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The Silver Buckle Press Collection

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Barnhart Brothers & Spindler / Pony specimen book and price list from Barnhart Bros. & Spindler, Incorporated: comprising a large variety of types, rules, borders, printing presses, paper and card cutters, bookbinding machinery, etc., together with valuable information to the craft
([1893] )

Specimens of newspaper and book faces,   pp. 15-21


Page 15

Specimens of Newspaper anb Zook Saces.
Cast from Superior Copper-Mixed Metal by Barnhart Bros. & Spindler, Chicago, Illinois.
E          Z     >    5 POINT NO. 4     (Pearl)
PRINTING is the art of producing impressions, from
characters or figures, on paper or any other substance.
There are several distinct branches of this important
art-s the printing of books with movable types, the
printing of engraved copper and steel plates, and the
taking of impressions from stone, called lithographing.
We have now to describe the printing of hooks or sheets
with movable types, generally called lotter-press print-
ing, and which may undoubtedly be esteemed the great-
est of all human inventions. The art of printing is of
comparatively modern origin only four hundred years
having elapsed since the first iook was issued from the
press; yet we have p roofs that the principles upon which
It was ultimately developed existed among the ancient
Assyrian nations. Entie9 and undecayed bricks of the
fanmed city and tower of Babylon have been found
stamped with various symbolic figures and hieroglyphic
characters. In this, however, as in any similar re ic of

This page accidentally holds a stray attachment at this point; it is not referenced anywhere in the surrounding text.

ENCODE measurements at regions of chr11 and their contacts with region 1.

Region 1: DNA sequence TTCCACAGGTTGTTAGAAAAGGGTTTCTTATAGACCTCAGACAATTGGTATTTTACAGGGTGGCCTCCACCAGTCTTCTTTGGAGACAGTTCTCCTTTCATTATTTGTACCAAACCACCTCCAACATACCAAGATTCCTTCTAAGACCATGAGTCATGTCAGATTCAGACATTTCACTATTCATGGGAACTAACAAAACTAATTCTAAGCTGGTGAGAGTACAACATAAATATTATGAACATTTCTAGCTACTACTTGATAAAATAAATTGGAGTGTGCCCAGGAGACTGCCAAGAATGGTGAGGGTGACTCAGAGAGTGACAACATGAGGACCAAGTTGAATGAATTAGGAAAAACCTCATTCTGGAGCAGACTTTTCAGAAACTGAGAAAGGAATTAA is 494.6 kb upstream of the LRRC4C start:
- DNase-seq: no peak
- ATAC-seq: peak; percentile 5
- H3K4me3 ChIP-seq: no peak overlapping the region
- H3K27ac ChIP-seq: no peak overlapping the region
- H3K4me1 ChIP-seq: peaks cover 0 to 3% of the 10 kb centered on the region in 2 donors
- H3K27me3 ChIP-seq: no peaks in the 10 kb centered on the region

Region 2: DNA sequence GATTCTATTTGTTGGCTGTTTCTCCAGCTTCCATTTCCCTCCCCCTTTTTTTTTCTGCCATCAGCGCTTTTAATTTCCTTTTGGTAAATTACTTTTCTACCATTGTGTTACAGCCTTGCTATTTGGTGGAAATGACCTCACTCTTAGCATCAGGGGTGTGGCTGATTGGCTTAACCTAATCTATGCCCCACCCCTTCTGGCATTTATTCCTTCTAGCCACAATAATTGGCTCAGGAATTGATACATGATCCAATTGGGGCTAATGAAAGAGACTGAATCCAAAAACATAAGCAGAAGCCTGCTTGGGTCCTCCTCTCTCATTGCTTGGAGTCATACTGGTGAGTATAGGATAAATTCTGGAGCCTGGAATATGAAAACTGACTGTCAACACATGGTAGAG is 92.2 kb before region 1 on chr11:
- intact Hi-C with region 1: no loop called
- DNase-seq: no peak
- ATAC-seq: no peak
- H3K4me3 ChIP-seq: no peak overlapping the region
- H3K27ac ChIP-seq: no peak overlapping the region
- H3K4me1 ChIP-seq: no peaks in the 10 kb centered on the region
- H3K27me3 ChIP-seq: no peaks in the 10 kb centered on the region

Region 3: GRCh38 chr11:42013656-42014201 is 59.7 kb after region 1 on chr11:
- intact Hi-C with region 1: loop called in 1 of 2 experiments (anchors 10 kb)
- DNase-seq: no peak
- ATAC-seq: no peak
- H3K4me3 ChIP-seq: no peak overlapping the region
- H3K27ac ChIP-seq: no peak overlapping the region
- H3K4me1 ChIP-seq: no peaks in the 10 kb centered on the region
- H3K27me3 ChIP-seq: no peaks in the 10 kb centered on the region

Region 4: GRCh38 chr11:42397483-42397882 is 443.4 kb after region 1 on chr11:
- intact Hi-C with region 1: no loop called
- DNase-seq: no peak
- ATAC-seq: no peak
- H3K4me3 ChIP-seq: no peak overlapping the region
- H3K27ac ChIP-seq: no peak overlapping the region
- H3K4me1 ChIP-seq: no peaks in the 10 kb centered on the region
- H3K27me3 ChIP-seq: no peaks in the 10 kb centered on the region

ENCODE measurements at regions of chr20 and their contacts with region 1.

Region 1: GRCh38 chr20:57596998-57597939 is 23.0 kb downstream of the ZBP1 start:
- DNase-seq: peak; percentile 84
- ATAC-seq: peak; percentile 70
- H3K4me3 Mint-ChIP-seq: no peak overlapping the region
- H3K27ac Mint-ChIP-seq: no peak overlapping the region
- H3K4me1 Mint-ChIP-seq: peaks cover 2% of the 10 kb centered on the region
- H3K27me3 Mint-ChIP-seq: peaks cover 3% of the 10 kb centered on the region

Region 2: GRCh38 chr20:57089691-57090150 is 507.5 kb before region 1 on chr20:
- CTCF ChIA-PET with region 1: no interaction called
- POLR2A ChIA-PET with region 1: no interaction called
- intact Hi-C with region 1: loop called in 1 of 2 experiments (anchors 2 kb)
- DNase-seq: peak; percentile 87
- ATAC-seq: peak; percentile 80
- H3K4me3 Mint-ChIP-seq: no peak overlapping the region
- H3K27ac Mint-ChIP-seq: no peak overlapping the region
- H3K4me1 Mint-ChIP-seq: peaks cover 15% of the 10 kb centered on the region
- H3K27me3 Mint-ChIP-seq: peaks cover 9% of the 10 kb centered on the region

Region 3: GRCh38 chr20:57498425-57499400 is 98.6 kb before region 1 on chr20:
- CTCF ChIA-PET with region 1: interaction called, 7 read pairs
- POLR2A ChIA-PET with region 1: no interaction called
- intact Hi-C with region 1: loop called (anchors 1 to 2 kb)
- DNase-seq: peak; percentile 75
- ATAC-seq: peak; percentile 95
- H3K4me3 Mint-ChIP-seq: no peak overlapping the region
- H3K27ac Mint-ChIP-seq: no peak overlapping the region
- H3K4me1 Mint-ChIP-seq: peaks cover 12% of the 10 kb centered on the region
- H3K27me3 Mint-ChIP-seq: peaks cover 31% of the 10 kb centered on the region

antiquity, the object which stamped the figures was in
one block or p iece, and could therefore be employed
only for one distinct subject. This, though a kind of
punting, was totally Useless for the propagatin of lit-
erature, on account both of its expensiveness and tedi-
ousness. The Chinese are the only existing people who
still pursue this rude mode of printing by stamping
pap er with blocks of wood. The work whIch they in-
tend to have printed is, in the first place, carefully
written upon sheets of thin transparent paper; eIch of
these sheets Is glued, with the face downwards, upon a
thin tablet of hard wood; and the engraver then, wIth
proper instruments, cuts away the wood in all those
parts upon which nothing is traced; thus leaving in re-
lief the transcribed characters, and ready for printing.
In this way, as man, tablts are necesssary as there are
1234078i0                     the
Lower case, ate z,  vbe ems.
stads used are eigt sojlica, tiurteen eros.
5% POINT No. 4    (Agate)
PRINTING Is the art of producing Impressions,
from characters or figures, onpaper or any other
substance. There are several distinct branches of
this Important art-as the printing of books with
movable types, the prInting of engraved copper and
steel plates, and the taking of Impressions from
stone, called llthographing. We have now to de-